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* Main commodity indices increasingly track other markets
* Investors seeking diversification look at sub-sectors
* Niche areas more isolated from marco events
* Real assets, OTC energy products, agriculture targeted
By Eric Onstad
LONDON, July 31 (Reuters) – As commodity indices
increasingly track other markets, investors are targeting niches
including timber and other real assets, over the counter (OTC)
energy products as well as agriculture markets with more
insulation from macro-economic events.
When investors piled into commodity markets a decade ago,
one of the main attractions were their diversification
qualities: here was a sector that did not move in line with
equity, bond and foreign exchange markets.
But since the 2008 financial crisis, broad commodity indices
have shown much stronger correlation with other markets,
especially risky assets such as equities, providing less
diversification for institutional investors.
A quarter of investors who cut exposure to commodities said
the reason was high correlation with other assets, according to
a survey by Barclays earlier this year.
Some investors are honing the focus of their cash on real
assets including farmland, timber, mines and energy projects,
which are less correlated to financial markets.
“When we talk to our investors, they talk about the
arguments about the benefits of real assets,” said Daniel
Leveau, head of portfolio management of 1741 Asset Management.
The Zurich-based group, which has 1.8 billion euros under
management, is a subsidiary of Notenstein Private Bank, in turn
owned by Raiffeisen Cooperative Switzerland, the country’s third
largest banking group.
“We’ve seen a lot of demand from private clients who are
trying to protect their private wealth and also on the
institutional side, demand for exposure to an underlying asset
which is tangible.”
The move to real assets and other alternative commodity
investments has occurred as investors withdraw money from
commodity index products with exposure to commodity markets.
Commodity index swaps have suffered $6.5 billion of outflows
so far this year, Barclays said earlier this month, after five
consecutive quarters of outflows.
Simon Fox, a London-based principal at Mercer, which advises
pension funds on their investments, said he recommends exposure
to commodities through real assets rather than index products.
Some 2.3 percent of UK pension funds surveyed by Mercer this
year have exposure to commodity or timber assets, more than
double the percentage in 2008, when it was less than 1 percent.
This expected to climb further in coming years as pension
funds diversify their portfolios away from equities, Fox said.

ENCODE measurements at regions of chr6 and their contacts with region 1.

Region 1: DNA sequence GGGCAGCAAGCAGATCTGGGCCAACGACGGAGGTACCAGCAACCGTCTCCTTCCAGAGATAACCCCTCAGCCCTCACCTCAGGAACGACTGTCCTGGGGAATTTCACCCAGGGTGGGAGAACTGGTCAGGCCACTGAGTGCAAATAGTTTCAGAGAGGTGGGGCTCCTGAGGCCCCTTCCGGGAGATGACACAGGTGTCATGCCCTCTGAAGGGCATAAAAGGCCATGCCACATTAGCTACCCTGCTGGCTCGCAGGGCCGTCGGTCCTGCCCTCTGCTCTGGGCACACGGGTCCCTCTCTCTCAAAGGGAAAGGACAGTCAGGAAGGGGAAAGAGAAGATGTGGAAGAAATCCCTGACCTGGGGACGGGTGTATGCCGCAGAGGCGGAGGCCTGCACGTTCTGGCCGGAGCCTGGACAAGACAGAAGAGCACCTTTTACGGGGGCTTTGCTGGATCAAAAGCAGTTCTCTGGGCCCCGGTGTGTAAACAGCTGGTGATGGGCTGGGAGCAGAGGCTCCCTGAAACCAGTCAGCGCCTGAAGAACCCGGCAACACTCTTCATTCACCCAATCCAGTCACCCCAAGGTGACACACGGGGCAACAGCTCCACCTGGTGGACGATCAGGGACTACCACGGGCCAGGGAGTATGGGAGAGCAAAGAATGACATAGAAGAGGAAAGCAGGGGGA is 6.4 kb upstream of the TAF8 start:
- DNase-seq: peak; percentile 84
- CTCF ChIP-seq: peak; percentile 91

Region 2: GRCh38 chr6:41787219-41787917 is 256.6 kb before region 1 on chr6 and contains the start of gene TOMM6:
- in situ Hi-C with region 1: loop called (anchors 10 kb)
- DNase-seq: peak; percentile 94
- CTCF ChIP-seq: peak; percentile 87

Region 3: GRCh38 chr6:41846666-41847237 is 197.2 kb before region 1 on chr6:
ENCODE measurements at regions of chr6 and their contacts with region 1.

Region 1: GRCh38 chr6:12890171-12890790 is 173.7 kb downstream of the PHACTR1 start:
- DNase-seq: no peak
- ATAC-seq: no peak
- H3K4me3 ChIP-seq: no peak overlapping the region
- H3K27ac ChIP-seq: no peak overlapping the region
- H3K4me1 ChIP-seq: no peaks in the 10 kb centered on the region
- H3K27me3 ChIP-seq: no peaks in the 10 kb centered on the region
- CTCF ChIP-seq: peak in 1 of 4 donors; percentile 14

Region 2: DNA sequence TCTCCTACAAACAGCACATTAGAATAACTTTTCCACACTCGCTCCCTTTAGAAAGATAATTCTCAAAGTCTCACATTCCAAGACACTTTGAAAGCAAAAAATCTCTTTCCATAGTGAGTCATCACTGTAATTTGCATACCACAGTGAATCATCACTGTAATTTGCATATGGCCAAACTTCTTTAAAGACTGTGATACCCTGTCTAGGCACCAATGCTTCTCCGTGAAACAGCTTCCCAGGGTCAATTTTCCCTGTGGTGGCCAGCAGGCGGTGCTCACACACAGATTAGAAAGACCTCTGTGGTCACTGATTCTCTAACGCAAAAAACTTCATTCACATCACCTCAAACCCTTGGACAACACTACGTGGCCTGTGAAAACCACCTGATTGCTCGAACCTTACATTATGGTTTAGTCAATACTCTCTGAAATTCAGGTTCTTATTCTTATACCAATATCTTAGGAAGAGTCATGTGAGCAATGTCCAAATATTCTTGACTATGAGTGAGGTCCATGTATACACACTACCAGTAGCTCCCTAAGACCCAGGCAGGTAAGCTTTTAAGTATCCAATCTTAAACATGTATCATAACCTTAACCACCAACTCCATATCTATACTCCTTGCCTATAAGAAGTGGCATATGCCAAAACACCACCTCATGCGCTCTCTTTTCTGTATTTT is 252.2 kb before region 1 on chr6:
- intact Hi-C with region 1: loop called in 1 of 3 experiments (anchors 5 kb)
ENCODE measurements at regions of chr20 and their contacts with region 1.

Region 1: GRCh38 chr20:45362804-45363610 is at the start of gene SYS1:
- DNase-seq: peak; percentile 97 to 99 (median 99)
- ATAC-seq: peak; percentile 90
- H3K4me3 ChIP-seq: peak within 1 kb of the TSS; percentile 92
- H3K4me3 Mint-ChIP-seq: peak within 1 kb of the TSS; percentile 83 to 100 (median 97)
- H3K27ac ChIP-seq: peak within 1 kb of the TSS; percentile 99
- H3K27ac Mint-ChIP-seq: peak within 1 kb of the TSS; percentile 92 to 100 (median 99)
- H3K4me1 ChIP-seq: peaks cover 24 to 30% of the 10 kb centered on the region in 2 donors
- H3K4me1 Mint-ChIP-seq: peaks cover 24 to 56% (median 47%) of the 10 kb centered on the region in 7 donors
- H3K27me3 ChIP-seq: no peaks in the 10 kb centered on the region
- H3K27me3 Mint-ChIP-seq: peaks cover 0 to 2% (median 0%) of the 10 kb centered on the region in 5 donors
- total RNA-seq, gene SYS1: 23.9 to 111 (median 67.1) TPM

Mercer advises 873 clients with 671 billion pounds of assets
NICHE ENERGY PRODUCTS
Another way to avoid investing in products that move along
with other risky assets is through OTC energy markets, said Guy
Wolf, macro strategist at brokerage Marex Spectron.
“If you are looking for alpha in the commodity world, there
are really only two places you can go. One is the OTC energy
space and the other is agricultural futures.”
Alpha measures the risk-adjusted return of an investment or
the return in excess of a benchmark index.
One reason financial markets have become so interlinked is
through computer trading programmes, but the black boxes are not
able to access many niche OTC energy markets, Wolf said.
So far there have been only tentative moves into these
markets by asset managers, some of which are restricted to
investing in listed markets, he added.
“Attitudes are changing, however, as funds are always
looking for non-correlated liquidity pools. We are doing a lot
of work with some very large funds to research these markets and
provide liquidity analysis as well as execution infrastructure.”
The UK and European gas and power markets will probably be
the first OTC energy markets to attract fund money, Wolf said.
“Assuming you know the fundamentals, you can potentially
make money in pockets of OTC markets where you can be relatively
isolated from whether a Spanish bank needs more capital. I think
people will seek them out a lot more than they have done.”
Within traditional futures markets, agricultural products
are jolted by droughts and floods, often swimming against the
tide of macro events that sway commodities and other markets.
“Agriculture still has nice diversification compared to
equities, so that will remain a nice diversifier,” said Koen
Straetmans senior strategist at ING Investment Management in the
Netherlands, which has 330 billion euros under management.
During the 10 years before 2008, the average correlation
between the SP GSCI commodity index and the SP 500
equities index was close to zero, but during the past
three years it has soared to 70 percent.
The 30-day correlation of the Goldman Sachs agriculture
index to the SP 500, however, is at 20 percent.
Since the beginning of May the GSCI agriculture index has
gained 16 percent as a drought damaged crops in the U.S. Midwest
while the main GSCI commodity index shed 7 percent, weighed down
by worries about the euro zone and global growth.
At Armajaro Asset Management in London, the firm’s flagship
Commodities Fund has seen redemptions this year, but there has
been renewed interest in the group’s CC+ fund, which focuses on
cocoa, coffee and other agricultural markets.
The CC+ fund which has had average annual returns of 12.4
percent since launch in 2007, has attracted interest mainly due
to its lack of correlation to other financial markets, Chief
Executive Harry Morley told Reuters earlier this year.
(Reporting by Eric Onstad, editing by William Hardy)